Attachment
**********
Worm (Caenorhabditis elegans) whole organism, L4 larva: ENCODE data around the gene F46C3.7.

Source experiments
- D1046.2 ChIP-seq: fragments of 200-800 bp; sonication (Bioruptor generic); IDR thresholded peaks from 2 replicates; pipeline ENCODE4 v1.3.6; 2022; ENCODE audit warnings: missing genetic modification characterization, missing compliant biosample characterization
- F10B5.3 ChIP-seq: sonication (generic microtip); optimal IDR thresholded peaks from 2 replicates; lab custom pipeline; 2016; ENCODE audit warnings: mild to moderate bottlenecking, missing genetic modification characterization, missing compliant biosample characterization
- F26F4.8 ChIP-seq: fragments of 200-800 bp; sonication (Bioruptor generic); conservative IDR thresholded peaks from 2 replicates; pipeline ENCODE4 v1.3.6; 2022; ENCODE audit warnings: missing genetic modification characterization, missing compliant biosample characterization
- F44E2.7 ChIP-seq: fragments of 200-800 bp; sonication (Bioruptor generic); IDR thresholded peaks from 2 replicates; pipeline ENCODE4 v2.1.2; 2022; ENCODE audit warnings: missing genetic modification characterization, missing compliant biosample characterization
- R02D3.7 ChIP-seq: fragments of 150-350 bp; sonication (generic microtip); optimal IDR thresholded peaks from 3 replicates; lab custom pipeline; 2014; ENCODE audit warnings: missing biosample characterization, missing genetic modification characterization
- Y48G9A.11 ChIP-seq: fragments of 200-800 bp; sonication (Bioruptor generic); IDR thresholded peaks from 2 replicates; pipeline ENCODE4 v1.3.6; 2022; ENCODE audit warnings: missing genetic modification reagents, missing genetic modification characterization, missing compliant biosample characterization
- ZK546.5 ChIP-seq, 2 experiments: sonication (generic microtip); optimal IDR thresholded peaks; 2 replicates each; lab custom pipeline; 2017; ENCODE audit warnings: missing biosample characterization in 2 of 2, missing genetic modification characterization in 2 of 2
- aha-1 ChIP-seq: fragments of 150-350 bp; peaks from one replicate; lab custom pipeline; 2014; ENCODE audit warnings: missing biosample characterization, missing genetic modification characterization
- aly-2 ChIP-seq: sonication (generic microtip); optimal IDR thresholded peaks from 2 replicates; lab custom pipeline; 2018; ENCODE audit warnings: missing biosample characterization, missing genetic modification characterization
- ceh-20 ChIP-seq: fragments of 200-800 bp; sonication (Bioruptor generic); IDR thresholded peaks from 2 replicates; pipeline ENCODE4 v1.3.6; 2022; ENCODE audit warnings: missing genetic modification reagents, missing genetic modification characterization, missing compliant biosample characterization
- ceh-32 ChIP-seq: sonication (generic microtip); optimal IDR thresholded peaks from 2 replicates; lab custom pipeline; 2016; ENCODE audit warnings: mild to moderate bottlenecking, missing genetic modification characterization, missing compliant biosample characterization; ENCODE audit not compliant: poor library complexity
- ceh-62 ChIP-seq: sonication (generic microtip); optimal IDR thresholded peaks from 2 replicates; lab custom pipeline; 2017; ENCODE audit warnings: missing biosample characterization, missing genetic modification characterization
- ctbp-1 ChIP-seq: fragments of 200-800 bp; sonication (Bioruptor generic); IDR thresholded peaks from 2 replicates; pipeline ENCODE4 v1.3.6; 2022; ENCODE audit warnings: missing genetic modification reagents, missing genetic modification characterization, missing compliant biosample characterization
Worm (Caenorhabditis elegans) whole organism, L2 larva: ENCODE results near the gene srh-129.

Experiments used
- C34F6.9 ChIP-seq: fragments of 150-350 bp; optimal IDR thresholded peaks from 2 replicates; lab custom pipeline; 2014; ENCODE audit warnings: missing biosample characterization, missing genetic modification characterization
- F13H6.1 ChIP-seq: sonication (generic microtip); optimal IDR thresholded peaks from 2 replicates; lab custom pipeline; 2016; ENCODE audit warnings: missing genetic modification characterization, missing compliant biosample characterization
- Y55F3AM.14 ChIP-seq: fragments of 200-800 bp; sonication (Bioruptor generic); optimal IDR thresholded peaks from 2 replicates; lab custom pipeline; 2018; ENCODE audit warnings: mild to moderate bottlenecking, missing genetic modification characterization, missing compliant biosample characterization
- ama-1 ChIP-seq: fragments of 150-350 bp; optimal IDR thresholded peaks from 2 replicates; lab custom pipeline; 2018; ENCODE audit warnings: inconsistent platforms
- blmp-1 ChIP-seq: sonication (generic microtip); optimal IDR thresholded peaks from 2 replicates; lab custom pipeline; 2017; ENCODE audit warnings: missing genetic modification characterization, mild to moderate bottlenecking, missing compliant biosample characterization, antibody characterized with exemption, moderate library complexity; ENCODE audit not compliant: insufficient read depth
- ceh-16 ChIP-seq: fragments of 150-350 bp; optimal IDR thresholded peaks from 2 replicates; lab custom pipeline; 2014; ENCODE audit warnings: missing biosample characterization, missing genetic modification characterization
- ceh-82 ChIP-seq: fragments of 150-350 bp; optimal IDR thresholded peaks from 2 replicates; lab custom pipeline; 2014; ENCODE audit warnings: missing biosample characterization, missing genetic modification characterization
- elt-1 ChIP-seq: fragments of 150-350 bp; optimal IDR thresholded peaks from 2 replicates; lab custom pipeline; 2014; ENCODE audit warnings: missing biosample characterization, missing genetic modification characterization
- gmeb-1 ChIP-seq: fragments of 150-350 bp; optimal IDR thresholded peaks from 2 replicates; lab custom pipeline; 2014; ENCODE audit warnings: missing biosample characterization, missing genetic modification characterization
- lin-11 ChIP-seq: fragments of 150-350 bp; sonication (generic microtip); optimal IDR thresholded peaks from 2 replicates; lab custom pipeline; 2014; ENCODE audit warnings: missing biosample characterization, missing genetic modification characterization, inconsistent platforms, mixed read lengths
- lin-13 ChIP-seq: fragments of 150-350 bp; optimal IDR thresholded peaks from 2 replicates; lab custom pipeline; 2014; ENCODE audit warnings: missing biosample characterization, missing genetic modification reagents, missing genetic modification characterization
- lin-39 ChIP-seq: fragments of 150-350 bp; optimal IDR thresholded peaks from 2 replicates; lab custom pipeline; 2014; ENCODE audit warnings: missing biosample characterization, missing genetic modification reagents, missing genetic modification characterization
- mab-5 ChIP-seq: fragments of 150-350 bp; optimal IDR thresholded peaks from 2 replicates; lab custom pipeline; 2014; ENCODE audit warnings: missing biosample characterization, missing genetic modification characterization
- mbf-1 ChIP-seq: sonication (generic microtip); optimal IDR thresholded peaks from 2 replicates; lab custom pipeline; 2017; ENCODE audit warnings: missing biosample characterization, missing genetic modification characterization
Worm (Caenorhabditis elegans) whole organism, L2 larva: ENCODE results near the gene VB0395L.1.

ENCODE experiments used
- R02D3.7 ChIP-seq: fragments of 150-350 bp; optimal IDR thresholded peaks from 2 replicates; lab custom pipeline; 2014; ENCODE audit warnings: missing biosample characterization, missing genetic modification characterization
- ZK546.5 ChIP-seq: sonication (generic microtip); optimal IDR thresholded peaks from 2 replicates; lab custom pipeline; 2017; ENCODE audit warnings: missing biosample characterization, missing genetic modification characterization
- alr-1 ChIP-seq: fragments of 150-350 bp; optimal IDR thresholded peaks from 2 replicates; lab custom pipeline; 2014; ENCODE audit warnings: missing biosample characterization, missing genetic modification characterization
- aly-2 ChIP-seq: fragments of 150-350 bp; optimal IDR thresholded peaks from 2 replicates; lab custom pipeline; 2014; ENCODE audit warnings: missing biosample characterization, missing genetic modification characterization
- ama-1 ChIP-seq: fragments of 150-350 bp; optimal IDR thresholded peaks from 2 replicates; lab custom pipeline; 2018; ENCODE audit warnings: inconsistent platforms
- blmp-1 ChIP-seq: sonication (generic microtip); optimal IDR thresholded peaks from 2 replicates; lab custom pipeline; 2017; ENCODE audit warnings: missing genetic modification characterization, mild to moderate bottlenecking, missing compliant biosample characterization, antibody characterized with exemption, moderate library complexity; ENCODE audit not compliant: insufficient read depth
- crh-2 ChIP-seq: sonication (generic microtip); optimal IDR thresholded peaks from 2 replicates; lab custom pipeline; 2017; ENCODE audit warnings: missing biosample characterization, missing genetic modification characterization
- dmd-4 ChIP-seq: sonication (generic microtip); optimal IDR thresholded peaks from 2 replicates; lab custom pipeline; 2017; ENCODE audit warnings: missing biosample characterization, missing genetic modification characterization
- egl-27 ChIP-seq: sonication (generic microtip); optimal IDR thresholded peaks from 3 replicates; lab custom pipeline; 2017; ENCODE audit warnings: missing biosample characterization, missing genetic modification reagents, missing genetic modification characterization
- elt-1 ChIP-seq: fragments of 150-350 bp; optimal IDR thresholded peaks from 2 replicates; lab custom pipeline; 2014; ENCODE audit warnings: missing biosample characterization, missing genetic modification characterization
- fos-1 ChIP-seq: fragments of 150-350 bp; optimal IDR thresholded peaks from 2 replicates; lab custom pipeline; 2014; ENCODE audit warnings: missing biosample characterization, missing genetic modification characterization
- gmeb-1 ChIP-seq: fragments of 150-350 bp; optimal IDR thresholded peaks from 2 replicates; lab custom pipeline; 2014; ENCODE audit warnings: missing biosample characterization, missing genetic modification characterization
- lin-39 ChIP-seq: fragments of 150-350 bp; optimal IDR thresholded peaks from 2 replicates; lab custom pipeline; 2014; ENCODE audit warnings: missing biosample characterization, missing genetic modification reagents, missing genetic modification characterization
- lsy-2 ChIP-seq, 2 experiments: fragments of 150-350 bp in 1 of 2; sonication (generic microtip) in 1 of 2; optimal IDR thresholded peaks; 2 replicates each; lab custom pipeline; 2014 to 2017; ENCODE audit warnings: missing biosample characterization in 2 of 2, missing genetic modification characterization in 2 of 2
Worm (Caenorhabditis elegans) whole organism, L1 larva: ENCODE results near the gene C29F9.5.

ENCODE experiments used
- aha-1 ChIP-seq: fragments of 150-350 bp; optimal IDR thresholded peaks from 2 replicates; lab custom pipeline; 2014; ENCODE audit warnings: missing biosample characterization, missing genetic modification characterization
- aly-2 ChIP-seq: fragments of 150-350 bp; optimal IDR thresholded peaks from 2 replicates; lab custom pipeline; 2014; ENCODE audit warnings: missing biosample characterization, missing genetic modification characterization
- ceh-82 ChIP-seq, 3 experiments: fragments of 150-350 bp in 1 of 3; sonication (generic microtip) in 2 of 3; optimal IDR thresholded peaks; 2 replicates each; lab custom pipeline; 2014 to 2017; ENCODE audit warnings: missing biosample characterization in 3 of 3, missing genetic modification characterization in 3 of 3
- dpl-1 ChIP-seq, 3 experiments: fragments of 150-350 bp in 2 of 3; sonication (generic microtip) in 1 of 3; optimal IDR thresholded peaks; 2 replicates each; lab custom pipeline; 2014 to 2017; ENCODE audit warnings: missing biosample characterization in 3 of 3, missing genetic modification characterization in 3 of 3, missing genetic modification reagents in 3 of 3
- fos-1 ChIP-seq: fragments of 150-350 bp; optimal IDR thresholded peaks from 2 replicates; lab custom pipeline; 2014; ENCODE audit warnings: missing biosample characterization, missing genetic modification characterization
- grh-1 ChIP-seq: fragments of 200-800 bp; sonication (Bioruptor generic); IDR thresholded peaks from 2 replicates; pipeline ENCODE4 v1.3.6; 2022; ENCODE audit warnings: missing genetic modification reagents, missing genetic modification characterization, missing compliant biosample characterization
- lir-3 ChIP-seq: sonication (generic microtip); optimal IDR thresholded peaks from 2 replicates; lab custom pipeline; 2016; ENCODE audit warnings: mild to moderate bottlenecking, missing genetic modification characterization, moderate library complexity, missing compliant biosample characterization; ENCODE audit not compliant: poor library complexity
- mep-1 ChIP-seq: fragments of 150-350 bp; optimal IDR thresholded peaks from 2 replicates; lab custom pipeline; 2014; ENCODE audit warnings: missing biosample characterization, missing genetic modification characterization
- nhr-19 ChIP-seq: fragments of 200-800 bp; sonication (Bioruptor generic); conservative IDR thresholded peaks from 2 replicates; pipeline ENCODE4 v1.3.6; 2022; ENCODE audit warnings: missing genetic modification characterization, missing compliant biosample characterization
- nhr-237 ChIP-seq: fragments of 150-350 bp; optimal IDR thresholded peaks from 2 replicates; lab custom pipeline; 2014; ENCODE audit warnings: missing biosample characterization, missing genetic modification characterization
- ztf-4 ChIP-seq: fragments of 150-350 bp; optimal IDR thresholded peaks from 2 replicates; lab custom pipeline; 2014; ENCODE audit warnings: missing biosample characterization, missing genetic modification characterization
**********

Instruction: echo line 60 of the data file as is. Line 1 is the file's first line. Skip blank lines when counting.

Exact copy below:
- ztf-4 ChIP-seq: fragments of 150-350 bp; optimal IDR thresholded peaks from 2 replicates; lab custom pipeline; 2014; ENCODE audit warnings: missing biosample characterization, missing genetic modification characterization